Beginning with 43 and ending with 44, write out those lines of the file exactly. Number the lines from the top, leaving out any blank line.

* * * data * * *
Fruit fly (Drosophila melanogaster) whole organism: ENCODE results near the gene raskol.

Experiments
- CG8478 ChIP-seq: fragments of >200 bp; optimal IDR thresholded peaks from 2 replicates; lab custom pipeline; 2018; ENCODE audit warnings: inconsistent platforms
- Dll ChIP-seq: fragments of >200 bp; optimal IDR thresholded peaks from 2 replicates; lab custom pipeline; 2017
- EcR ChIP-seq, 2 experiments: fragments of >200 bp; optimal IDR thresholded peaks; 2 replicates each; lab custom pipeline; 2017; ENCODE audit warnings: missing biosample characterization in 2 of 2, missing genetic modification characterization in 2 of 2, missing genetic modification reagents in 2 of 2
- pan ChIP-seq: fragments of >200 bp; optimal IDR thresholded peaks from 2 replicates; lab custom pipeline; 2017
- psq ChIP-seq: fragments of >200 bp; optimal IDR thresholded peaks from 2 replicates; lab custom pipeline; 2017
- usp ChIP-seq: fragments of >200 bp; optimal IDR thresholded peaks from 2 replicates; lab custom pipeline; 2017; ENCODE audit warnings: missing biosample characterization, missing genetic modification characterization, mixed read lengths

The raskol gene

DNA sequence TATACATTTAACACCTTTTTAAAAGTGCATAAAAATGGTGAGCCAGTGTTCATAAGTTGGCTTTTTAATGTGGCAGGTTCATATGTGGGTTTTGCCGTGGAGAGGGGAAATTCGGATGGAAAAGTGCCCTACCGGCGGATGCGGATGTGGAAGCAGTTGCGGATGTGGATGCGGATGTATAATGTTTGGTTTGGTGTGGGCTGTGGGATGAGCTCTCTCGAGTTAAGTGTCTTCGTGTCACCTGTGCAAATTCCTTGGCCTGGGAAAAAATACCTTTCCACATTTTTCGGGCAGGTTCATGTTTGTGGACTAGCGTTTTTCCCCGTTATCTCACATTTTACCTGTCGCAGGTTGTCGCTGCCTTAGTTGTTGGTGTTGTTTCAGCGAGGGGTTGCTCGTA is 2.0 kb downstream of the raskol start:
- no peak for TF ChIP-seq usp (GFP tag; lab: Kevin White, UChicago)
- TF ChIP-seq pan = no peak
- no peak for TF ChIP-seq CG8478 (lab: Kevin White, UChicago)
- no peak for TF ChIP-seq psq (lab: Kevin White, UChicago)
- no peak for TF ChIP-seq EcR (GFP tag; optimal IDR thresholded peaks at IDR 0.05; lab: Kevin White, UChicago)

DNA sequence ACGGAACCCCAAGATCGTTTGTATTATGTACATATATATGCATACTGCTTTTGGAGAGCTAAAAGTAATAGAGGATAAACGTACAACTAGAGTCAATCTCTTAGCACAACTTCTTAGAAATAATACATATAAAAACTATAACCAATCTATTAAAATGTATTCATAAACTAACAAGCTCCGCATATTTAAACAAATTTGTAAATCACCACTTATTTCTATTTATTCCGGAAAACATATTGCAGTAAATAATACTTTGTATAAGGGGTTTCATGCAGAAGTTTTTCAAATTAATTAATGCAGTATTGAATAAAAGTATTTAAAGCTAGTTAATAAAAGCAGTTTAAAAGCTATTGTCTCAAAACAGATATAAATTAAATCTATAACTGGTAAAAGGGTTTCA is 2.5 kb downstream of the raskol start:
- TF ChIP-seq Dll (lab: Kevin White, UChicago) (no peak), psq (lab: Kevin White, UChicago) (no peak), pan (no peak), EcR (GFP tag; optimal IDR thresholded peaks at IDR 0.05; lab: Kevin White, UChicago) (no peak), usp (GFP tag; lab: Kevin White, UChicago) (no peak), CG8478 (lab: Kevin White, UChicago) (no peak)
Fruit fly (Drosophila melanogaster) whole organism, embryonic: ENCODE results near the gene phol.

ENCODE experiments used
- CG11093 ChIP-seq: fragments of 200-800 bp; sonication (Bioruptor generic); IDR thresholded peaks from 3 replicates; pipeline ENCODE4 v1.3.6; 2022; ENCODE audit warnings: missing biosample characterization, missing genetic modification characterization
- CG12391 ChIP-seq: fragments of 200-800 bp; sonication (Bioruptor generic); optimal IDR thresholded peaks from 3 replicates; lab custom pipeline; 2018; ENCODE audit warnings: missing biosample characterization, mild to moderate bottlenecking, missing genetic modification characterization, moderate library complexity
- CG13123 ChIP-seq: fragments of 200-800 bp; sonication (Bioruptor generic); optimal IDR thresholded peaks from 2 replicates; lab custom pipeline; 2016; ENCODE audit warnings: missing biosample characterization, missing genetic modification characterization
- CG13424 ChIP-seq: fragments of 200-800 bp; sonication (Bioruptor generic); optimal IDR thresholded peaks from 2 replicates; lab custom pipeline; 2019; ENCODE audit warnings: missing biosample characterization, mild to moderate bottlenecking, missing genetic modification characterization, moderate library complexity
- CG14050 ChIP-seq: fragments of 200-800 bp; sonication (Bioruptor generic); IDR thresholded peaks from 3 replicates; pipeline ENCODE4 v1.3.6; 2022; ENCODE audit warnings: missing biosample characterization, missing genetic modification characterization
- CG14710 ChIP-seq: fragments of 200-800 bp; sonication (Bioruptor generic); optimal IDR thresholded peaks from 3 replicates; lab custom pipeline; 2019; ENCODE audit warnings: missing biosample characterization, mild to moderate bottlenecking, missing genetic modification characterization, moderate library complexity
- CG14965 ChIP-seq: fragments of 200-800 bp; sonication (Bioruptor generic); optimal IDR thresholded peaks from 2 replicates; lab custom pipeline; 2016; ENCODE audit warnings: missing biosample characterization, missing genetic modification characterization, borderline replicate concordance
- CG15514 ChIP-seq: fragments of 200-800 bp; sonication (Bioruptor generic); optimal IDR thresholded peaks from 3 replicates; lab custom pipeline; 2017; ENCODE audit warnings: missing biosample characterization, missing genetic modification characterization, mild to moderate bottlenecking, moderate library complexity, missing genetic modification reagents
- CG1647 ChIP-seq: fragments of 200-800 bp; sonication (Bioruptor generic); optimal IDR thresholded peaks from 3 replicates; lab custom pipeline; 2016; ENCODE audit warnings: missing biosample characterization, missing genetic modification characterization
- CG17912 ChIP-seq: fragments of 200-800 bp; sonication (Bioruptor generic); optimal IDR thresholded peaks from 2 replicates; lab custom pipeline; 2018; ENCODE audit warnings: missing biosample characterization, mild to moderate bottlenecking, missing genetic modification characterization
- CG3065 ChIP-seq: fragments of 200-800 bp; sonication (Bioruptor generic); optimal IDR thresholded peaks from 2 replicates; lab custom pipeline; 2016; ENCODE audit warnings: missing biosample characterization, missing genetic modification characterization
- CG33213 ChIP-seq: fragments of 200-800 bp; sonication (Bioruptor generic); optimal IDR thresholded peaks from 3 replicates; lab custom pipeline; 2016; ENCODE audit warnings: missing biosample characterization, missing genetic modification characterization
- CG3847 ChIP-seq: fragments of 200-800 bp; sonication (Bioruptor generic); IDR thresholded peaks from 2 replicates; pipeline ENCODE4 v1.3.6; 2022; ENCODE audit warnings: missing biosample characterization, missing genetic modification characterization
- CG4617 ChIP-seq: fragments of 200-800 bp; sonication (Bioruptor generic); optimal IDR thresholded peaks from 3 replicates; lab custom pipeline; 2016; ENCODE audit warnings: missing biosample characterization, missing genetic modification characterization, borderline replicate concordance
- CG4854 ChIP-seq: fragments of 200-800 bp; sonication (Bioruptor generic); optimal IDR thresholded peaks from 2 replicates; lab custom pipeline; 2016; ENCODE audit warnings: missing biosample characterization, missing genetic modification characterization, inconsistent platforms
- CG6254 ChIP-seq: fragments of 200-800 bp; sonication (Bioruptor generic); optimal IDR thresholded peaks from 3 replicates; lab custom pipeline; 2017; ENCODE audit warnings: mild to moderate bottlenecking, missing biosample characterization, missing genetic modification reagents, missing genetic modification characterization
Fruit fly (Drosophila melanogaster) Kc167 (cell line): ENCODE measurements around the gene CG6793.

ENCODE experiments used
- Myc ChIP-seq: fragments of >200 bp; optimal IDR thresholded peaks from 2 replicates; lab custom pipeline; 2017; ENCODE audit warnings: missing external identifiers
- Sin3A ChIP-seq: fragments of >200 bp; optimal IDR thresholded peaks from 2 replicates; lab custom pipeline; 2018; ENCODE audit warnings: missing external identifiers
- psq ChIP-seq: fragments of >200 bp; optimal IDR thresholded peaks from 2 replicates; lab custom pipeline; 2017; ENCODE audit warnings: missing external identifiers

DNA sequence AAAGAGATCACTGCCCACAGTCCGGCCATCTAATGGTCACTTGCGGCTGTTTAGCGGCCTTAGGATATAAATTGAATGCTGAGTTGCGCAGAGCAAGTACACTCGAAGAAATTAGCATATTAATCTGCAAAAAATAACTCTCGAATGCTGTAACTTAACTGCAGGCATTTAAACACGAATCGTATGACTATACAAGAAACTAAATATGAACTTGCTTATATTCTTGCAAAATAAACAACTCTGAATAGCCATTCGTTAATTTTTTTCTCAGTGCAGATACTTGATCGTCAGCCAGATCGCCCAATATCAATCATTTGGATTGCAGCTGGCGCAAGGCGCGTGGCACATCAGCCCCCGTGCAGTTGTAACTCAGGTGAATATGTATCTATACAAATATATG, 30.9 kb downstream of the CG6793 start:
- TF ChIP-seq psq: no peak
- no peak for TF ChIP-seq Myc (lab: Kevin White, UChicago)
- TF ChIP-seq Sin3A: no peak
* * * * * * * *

- no peak for TF ChIP-seq Myc (lab: Kevin White, UChicago)
- TF ChIP-seq Sin3A: no peak